Personally I find this sort of study useful in context.


Half Navajo said...

hey peter,

I think you should put up more examples of how you eat! I was wondering, after fat and protien, what order do your carbs come in....veggies, potatoes, fruit, grain, or something else? What carb source do you find most effecient? Thanks, and great blog again!!!!

Anonymous said...

I don't like test tube studies. Too many complexities in life. I prefer studies that look at mortality, and morbidity, pref over a long time. I often cite one study to show really how bad PUFAs are and how good SFAs are. You won't find a study of this sort nowadays. It's all short-term, indirect markers, cultured cells in test tubes, epidemiology, etc. This is not very reliable.


Animals were fed high-fat diets and each group got a different type of fat. They were injected with poison that caused diabetes and frequently death, but the animals fed coconut, MCTs, stearic, or palmitic acid had remarkable protection against death and disease. Even at more than 3.5x the dose, they had less mortality and morbidity than animals eating PUFA oils.

Another interesting result was that partially hydrogenated oil actually reduced mortality 37% and incidence of diabetes by 34% over the regular sunflower oil. This makes sense, as the partially hydrogenated oil had an iodine number 31% lower than the regular sunflower oil. 31-34-37. It suggests to me that the high iodine number was deadly. Meanwhile, those eating coconut oil and aturated fat had almost total immunity (71-95%) to the poison, even at a far higher
dose. It can't get much more clear.

The Scientific Debate Forum has all sorts of posts and articles arguing that glucose is beneficial and lack of it is harmful. He mentioned one study where adding more carbs to a person's diet reversed the problem of high triglycerides alleged to be caused by carbs by the carb-phobes. This is the other side of the issue that low-carbers ignore.


Peter said...

Hi Bruce,

The diabetic rats are very interesting. Kwasnieski specifically states in Homo Optimus that the rats which had been fed on his Optimal Diet were remarkably difficult to euthanase at the end of the experimental period. He was using ether overdose. Control rats went a lot quicker than ON rats. No data supplied (as always). So I have no problem with the results.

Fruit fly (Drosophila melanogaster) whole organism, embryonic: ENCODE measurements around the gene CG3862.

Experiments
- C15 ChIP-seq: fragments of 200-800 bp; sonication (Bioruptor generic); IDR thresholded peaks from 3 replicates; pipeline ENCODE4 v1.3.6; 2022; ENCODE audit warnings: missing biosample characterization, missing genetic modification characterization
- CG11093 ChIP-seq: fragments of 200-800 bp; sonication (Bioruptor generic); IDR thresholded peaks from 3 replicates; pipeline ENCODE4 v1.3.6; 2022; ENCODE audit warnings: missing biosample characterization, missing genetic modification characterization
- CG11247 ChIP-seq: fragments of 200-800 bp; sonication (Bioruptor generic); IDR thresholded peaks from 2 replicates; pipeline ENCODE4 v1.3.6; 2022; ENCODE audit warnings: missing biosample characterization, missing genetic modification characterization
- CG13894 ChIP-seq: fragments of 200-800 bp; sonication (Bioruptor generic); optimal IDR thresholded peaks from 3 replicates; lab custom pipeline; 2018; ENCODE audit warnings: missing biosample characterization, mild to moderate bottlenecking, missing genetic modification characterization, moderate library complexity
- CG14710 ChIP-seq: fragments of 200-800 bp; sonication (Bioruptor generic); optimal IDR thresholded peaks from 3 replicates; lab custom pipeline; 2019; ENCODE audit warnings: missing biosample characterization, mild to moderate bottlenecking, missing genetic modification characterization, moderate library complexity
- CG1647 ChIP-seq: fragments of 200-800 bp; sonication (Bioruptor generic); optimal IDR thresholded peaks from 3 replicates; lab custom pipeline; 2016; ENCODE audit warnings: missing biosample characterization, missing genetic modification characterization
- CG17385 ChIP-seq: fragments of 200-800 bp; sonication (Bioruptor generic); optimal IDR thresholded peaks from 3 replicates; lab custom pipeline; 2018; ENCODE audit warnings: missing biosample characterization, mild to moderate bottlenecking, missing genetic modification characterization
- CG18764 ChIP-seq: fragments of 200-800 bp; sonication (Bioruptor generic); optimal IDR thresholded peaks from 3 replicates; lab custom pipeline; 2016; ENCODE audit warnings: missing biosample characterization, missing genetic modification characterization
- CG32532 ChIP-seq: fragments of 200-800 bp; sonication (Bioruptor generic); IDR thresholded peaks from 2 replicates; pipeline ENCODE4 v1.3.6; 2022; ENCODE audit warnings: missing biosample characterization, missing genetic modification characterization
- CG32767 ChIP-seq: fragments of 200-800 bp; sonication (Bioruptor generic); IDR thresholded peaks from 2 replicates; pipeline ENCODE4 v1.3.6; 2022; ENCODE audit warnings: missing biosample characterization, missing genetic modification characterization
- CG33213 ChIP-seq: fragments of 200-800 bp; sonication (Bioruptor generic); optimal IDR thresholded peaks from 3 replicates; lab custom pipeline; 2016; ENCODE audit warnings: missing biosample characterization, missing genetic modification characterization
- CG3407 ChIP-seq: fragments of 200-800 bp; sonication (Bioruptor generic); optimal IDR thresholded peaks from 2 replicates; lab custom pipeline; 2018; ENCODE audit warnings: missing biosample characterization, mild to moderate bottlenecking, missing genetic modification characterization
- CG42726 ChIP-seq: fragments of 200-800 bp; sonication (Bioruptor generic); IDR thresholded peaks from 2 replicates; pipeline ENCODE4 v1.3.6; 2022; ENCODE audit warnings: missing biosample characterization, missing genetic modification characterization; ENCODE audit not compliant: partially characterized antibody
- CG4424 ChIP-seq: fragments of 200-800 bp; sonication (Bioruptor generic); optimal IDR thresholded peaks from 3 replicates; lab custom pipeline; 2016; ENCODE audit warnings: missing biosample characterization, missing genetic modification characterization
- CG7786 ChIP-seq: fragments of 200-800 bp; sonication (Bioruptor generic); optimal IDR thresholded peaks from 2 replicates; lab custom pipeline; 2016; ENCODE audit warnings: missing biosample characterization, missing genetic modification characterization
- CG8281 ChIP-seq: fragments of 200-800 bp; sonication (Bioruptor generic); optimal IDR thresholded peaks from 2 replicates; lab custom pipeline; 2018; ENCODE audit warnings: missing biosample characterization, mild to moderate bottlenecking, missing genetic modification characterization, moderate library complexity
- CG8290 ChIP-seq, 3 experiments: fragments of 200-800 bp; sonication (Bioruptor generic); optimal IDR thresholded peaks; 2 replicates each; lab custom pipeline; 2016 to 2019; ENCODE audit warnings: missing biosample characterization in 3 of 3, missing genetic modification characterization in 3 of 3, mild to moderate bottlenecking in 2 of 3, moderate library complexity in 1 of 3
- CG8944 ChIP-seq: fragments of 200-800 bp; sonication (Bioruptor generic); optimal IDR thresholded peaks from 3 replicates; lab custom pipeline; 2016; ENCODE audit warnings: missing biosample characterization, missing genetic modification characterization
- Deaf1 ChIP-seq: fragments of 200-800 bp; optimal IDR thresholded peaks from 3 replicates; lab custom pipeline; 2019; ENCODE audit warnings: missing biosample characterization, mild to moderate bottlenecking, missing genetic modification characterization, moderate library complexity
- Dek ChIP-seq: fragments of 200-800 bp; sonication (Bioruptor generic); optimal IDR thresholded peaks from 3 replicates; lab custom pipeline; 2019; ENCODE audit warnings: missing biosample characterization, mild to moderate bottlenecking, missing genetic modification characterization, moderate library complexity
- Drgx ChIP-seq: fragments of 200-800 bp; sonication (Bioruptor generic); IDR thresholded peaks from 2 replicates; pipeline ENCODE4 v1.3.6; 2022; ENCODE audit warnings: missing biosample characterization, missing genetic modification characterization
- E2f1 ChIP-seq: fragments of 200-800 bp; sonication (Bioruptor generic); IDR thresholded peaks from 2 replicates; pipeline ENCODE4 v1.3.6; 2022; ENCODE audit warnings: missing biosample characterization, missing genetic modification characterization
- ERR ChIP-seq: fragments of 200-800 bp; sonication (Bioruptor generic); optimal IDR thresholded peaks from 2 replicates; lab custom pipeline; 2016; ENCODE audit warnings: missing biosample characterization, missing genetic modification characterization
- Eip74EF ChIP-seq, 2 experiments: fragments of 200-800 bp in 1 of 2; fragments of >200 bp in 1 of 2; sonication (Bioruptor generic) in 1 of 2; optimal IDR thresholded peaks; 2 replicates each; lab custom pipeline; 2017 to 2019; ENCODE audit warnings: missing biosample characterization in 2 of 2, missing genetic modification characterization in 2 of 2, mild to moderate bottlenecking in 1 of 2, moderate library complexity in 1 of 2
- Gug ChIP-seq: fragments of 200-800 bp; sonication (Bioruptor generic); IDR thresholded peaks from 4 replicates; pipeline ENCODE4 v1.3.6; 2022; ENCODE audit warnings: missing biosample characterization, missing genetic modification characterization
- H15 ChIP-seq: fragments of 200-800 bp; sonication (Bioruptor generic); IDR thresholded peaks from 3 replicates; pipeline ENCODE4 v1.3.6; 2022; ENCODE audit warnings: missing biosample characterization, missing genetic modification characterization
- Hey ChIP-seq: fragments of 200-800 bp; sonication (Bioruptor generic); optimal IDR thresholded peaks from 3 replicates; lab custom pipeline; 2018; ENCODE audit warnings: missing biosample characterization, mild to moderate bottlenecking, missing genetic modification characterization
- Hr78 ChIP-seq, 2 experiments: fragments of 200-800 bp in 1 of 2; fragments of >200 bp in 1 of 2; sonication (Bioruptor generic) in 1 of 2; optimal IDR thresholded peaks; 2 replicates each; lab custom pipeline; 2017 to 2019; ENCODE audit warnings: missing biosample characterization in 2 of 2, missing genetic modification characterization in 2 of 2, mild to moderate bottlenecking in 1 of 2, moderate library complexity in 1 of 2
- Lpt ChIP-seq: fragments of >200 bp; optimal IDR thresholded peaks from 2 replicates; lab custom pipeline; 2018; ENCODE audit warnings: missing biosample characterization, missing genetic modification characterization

I can see that the PUFA rats died rather more easily than sat fat rats in this paper. Is it possible to extract whether the high death rate in the PUFA rats was due to? I can't find this. No one was measuring insulin in those days.

What I mean is, were the rats protected from pancreatic beta cell failure by sat fats reducing the toxicity of alloxan or by sat fats protecting against hyperglycaemia?

If PUFA propagate free radicals to facilitate total beta cell failure under alloxan, the rats may well have died of acute insulin deficiency. They would obviously have had the highest glucose levels but glucose would not remotely have had the time to be causative in death. I'm not sure that this paper gives me the OK to accept hyperglycaemia under the protection of saturated fats. Is that what you meant?

Hopefully no one visiting here would ever purchase sunflower oil!


Peter said...

Hi Troy,

Lost the message in weekend work... I'm not sure I have any preferred carbs really. Neat fructose and combined fructose in sucrose are undoubtedly my least favourite. I don't think there is any real info on vegetables without fruit. They're probably neutral but are loaded with fiber, which I avoid as much as possible. This leaves things like potatoes and other root vegetables. It's a kind of default option, least harm to get your liver supplied with an oxaloacetate precursor in moderation... I certainly eat green leaf vegetables because I like them, but I don't hold out any great hope that they are nutritional panaceas!